In this experiment, scientists are studying how long it takes for some specific kinds of biodegradable plastics to break down fully in a marine environment similar to the sea near Bergen in Norway.

They are also studying which microbes are involved, and whether the location of the samples makes any difference: some samples are in the water column, while others are on a sediment simulating the seafloor.

The experiment has been running since summer 2021. 

By conducting the experiment as part of a public exhibition at Bergen Aquarium, and providing a livestream on the web, anyone can watch these plastics breaking down and understand the kind of timescale involved.

This page explains the experimental methodology and the science behind it.


Research questions

  • What is a relevant time span for degradation of the biodegradable plastics PHB (Mirel) and starch-based Mater-Bi in cold seawater conditions typical for Nordic environments?
  • How is the degradation rate in the water column compared to a sediment surface?
  • Which microbes are involved in the (bio)degradation in the current environment?

Experimental design


The tank contains 400–500 litres seawater from the Bergen fjord (140 m depth). The water is exchanged three times per day. The temperature in the tank is thus close to the temperature in the Bergen fjord, and relatively stable at 11 – 12 degrees Celsius due to all year stable temperature at the depth of water intake (9 degrees Celsius).

Four different types of plastics are submerged in the water column and in the sediments :

  • Polyhydroxybutyrate (PHB, MIREL® P5001, Metabolix, Cambridge, USA). This is a biodegradable plastic made from natural polymers produced by bacteria. Bacteria produce these polymers at conditions when carbon-rich nutrients are available in excess, and the polymers are stored inside the cells as energy reserve for nutrient-poor days.
  • High-density polyethylene (HDPE). This is an example of conventional plastic polymer made from the hydrocarbon monomer ethylene. HDPE is commonly used to produce plastic bags and containers. Although some hydrocarbon-degrading bacteria have been shown to biodegrade polyethylene in controlled laboratory conditions, the biodegradation rate is so slow that it is considered non-biodegradable. High-density polyethylene (HD-PE) fruit and vegetable bags with a thickness of 10 µm were obtained from a local market (Marina di Campo, Italy).
  • MaterBi. This is a blend of thermoplastic starch and biodegradable polyesters. The material is commercially available as fruit and vegetable bags of 12 µm thickness. The bags for the samples displayed here was bought in a supermarket in Italy,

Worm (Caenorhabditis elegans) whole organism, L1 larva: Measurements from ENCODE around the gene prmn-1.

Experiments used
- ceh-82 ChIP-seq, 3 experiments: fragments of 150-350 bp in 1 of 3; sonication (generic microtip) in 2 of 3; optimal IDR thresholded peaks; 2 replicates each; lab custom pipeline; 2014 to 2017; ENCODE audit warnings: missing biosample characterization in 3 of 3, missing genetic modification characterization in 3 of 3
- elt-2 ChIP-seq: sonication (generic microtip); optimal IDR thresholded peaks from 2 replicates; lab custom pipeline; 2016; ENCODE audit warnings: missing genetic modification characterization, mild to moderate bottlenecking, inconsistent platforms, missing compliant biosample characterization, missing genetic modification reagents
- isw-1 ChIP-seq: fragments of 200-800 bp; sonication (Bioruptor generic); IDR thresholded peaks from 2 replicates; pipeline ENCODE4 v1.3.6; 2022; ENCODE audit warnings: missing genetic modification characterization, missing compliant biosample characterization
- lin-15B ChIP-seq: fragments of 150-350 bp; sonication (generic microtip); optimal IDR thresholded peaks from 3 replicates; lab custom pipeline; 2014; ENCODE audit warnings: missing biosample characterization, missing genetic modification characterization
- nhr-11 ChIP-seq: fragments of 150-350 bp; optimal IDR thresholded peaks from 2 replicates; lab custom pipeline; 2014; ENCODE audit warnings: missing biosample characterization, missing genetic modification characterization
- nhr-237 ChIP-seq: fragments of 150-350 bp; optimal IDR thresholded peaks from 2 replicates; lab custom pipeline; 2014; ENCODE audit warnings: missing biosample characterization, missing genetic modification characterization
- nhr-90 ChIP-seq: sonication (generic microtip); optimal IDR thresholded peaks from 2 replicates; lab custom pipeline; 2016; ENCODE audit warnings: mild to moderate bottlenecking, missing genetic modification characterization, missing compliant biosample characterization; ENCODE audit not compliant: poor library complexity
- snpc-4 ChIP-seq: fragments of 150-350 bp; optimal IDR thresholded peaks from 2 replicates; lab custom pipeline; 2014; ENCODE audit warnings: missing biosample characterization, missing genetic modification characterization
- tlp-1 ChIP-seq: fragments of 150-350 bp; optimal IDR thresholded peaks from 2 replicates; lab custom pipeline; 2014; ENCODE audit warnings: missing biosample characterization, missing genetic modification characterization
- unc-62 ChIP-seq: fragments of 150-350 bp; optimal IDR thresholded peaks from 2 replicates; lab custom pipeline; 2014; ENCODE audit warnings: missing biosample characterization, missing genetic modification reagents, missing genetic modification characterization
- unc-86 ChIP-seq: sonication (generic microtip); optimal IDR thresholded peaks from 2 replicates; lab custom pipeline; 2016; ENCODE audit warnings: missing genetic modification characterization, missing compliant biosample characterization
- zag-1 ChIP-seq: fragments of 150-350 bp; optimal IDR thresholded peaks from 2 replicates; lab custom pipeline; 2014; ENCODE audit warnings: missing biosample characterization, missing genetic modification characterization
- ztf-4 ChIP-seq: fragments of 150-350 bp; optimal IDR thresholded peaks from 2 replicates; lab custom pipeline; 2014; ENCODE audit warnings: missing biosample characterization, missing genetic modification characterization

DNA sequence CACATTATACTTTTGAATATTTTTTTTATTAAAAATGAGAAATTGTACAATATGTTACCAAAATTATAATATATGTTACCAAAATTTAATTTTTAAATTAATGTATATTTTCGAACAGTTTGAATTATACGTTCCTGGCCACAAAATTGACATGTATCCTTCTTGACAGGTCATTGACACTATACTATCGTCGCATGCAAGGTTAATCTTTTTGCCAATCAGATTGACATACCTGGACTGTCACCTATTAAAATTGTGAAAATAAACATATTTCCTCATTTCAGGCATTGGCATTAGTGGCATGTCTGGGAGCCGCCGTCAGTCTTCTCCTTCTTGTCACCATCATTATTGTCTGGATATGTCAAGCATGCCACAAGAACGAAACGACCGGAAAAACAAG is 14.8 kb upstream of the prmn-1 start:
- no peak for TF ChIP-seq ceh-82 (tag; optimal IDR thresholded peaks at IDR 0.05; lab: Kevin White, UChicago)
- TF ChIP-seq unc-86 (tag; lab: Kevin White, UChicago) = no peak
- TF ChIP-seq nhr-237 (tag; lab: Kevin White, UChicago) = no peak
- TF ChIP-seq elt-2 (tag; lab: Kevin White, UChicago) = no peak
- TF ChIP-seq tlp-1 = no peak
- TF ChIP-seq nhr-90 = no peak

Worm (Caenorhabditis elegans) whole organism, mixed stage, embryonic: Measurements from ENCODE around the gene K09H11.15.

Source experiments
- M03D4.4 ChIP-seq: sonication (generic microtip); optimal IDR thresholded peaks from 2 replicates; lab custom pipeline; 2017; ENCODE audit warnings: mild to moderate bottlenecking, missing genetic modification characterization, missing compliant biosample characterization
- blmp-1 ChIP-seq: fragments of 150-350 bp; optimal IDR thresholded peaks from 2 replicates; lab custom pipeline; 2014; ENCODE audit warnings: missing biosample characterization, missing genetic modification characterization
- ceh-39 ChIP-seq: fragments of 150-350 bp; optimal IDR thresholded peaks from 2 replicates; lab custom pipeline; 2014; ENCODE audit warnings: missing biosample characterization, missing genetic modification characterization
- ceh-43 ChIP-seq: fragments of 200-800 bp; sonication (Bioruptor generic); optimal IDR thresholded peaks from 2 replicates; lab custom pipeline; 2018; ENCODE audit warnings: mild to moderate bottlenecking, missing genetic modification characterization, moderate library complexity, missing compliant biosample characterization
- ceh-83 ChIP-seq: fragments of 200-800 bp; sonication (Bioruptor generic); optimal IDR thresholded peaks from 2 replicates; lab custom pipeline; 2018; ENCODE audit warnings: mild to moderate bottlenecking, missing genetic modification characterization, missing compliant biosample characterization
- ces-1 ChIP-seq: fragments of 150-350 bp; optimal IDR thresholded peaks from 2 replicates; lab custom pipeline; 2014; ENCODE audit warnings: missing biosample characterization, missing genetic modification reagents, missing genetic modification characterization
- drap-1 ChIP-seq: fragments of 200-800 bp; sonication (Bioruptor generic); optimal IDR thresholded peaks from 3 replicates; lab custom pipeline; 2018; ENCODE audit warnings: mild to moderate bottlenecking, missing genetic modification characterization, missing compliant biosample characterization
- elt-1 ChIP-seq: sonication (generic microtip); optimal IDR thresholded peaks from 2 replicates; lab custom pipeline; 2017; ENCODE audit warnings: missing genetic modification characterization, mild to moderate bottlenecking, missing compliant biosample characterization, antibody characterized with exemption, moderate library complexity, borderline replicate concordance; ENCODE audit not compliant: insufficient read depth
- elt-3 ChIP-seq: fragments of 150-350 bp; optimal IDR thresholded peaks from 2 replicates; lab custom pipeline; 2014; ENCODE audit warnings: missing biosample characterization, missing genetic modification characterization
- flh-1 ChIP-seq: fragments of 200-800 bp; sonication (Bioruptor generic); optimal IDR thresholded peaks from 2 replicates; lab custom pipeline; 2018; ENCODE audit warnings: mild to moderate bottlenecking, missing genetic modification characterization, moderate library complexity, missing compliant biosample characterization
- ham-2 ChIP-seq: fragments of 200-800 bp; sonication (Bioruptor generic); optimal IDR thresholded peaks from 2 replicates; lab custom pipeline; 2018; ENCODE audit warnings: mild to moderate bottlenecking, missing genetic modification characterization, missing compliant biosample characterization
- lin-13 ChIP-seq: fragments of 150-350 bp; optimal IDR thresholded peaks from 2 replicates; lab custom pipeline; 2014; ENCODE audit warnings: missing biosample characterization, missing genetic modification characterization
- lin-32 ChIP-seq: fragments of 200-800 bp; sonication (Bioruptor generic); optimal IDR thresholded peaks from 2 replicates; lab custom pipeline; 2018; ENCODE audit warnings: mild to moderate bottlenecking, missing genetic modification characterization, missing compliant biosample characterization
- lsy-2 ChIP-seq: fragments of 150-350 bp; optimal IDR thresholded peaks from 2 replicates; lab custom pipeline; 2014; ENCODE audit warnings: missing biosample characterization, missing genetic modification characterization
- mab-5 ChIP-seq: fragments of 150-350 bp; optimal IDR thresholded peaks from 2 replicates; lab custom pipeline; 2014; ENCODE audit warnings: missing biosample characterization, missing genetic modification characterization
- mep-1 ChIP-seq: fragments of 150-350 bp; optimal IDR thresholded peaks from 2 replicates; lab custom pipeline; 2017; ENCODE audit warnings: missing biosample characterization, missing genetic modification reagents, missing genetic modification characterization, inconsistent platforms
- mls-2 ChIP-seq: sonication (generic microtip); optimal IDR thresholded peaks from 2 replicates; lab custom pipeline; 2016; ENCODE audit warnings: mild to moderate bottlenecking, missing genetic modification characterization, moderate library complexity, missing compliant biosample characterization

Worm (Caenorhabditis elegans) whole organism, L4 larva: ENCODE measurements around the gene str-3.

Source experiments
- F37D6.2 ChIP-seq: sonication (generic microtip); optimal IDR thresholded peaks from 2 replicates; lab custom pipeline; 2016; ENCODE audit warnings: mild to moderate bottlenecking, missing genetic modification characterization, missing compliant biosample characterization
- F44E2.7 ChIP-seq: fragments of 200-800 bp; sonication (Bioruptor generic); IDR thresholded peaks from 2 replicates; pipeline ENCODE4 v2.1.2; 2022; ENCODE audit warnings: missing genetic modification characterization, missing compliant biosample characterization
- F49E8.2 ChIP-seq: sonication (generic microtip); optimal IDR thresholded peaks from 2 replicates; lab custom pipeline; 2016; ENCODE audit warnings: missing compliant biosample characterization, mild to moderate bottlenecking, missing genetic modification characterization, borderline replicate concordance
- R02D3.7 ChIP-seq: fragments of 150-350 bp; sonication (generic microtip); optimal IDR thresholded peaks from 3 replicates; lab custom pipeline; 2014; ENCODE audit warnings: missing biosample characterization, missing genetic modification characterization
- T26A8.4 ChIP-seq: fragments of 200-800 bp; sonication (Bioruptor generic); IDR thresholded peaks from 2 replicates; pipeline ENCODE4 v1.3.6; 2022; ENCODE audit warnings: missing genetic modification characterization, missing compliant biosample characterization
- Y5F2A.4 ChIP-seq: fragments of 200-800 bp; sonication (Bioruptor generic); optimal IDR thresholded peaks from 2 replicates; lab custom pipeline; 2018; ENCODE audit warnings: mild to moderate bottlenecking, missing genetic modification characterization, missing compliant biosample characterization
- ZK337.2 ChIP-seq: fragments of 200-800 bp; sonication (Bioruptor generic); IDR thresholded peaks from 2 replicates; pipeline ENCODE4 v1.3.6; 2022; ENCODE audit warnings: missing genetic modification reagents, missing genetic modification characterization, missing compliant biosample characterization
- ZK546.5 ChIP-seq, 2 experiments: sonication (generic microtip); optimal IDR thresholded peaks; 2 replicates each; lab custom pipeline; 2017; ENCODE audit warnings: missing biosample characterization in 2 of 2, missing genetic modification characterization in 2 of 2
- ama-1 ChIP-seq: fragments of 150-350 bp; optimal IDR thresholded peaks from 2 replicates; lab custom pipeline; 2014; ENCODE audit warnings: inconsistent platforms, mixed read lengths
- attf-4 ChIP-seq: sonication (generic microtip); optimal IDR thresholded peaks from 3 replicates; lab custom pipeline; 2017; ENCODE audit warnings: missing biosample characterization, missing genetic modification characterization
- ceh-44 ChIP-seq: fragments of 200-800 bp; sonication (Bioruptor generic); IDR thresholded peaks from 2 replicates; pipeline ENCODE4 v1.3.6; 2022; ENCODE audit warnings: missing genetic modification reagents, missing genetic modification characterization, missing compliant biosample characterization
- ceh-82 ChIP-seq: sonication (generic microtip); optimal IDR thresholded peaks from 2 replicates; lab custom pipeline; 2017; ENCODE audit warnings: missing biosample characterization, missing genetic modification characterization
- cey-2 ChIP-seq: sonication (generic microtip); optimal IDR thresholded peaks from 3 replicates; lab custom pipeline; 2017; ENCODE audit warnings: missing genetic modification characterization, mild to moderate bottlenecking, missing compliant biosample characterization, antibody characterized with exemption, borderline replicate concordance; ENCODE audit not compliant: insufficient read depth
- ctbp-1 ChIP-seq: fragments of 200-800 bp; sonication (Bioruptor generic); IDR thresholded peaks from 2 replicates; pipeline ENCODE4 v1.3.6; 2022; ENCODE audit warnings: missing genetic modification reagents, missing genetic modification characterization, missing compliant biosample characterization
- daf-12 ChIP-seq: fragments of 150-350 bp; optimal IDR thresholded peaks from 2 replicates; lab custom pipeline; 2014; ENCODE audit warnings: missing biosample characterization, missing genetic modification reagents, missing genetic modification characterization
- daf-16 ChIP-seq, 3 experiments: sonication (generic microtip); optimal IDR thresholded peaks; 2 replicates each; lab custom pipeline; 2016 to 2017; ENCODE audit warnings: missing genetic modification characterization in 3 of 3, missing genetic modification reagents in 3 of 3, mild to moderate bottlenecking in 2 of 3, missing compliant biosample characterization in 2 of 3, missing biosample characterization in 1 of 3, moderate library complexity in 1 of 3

• Cellulose. This is a polymer which naturally biodegrades in the open environment. Cellulose is a natural polymer found in plants and other organisms. It is the most abundant organic polymer on earth. In this experiment, cellulose is the so-called ‘positive control’, which means scientists can check if active microbes are in the tank, and also compare its biodegradation rate to the plastic polymers that are tested.

Three parallel samples of each of the plastics are placed in the water column, which gives 12 frames in total. Additionally, another three parallel samples are placed on the sediment, thus another 12 frames.

In the tank, you can also see fishes that are typical for the Bergen fjord. This will allow us to observe how typical local wildlife interacts with the sample frames.

Monitoring and sampling


  • A camera placed outside of the tank is permanently recording and streaming what happens with the plastics in the tank.
  • We are monitoring water temperature, pH and oxygen.

We regularly sample for nutrient analysis and assessment of microbial composition in water and sediment. The samples will be processed and frozen upon analysis. All samples will be analyzed after the completion of the experiment.

  • We will document polymer films by taking pictures for comparison as the experiment progresses. However, each time we take out the samples from the tank, we risk disturbing the biodegradation process, thus the number of retractions will be limited. How often we will take additional photographs will be decided by the researchers, based on how the experiment develops.
  • Post analysis will include sampling of biofilm from plastic film surfaces for microbiome analysis (DNA analysis). So we can identify the microbes involved in the biodegradation process. We will make sure to take samples before the entire plastic films are degraded – so we should keep the incubation going up to when no more than 90 % of the plastic is disintegrated. That leaves 10% for post analysis.

An experiment conducted in South-East Asia revealed the biodegradation rate of a PHB sample in benthic conditions to be 54 days (half-life t0.5). The image below shows degree of material loss with increasing exposure time of the sample. The material used in our experiment in the Bergen Aquarium, was stored on the shelf before use, so there is a theoretical possibility of weathering of the samples.

We expect that the (bio)degradation time in cold water of Bergen fjord will be significantly slower, but we will monitor the development closely and be prepared to document the polymer samples tested from 1 month incubation time and onwards by photography.

Online monitoring by streaming will ensure that any eventual physical interference caused by fishes in the tank will be monitored and documented.

PHB sample after increasing exposure time to conditions occurring at a sandy seafloor in a protected bay in South-East Asia (Lott et al).